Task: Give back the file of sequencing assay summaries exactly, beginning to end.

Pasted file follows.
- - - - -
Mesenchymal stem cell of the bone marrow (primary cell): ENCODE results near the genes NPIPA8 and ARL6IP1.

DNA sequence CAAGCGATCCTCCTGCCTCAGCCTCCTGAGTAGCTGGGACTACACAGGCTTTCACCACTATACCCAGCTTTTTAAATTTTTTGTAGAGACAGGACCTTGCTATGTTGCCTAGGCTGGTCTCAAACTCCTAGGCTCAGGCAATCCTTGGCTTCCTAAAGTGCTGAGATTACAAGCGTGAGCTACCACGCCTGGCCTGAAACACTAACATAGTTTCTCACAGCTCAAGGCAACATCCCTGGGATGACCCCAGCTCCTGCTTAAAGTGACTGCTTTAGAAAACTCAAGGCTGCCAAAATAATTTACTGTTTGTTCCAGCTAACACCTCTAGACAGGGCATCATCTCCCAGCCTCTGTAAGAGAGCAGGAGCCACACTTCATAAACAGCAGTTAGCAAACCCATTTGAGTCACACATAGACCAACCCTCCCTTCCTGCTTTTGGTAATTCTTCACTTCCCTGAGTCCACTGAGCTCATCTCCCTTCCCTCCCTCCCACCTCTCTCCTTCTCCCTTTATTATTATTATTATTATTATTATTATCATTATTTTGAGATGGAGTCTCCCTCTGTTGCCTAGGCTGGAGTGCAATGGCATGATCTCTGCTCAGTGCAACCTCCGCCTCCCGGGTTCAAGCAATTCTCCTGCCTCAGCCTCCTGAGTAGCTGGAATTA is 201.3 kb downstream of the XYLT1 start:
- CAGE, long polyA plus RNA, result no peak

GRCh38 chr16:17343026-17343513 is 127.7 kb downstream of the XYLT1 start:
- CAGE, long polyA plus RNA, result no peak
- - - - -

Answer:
Mesenchymal stem cell of the bone marrow (primary cell): ENCODE results near the genes NPIPA8 and ARL6IP1.

DNA sequence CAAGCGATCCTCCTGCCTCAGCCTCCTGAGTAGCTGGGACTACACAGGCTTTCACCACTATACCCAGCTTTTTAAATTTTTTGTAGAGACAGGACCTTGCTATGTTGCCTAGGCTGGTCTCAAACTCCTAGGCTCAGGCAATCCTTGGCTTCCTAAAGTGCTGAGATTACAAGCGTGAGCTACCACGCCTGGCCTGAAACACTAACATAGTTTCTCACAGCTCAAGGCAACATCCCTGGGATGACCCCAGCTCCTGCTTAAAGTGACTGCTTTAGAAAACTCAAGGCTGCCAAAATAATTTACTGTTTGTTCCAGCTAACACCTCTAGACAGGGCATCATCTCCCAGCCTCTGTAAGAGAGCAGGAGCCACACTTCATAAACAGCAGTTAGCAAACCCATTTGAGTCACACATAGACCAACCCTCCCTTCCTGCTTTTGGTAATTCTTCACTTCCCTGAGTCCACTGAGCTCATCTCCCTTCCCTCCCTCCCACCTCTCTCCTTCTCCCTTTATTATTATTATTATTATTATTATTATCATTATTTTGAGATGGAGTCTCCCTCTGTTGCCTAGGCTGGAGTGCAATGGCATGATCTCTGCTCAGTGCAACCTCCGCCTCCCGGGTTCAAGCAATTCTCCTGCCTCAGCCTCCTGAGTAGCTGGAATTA is 201.3 kb downstream of the XYLT1 start:
- CAGE, long polyA plus RNA, result no peak

GRCh38 chr16:17343026-17343513 is 127.7 kb downstream of the XYLT1 start:
- CAGE, long polyA plus RNA, result no peak